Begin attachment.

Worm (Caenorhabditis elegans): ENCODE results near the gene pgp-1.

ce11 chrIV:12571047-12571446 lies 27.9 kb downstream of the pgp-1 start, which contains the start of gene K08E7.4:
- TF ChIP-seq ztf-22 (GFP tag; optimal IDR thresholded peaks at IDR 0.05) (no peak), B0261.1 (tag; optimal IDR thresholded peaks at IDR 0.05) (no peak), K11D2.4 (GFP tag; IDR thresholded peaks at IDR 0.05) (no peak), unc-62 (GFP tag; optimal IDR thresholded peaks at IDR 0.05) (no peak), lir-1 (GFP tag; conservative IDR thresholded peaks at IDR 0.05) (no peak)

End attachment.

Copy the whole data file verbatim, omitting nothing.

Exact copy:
Worm (Caenorhabditis elegans): ENCODE results near the gene pgp-1.

ce11 chrIV:12571047-12571446 lies 27.9 kb downstream of the pgp-1 start, which contains the start of gene K08E7.4:
- TF ChIP-seq ztf-22 (GFP tag; optimal IDR thresholded peaks at IDR 0.05) (no peak), B0261.1 (tag; optimal IDR thresholded peaks at IDR 0.05) (no peak), K11D2.4 (GFP tag; IDR thresholded peaks at IDR 0.05) (no peak), unc-62 (GFP tag; optimal IDR thresholded peaks at IDR 0.05) (no peak), lir-1 (GFP tag; conservative IDR thresholded peaks at IDR 0.05) (no peak)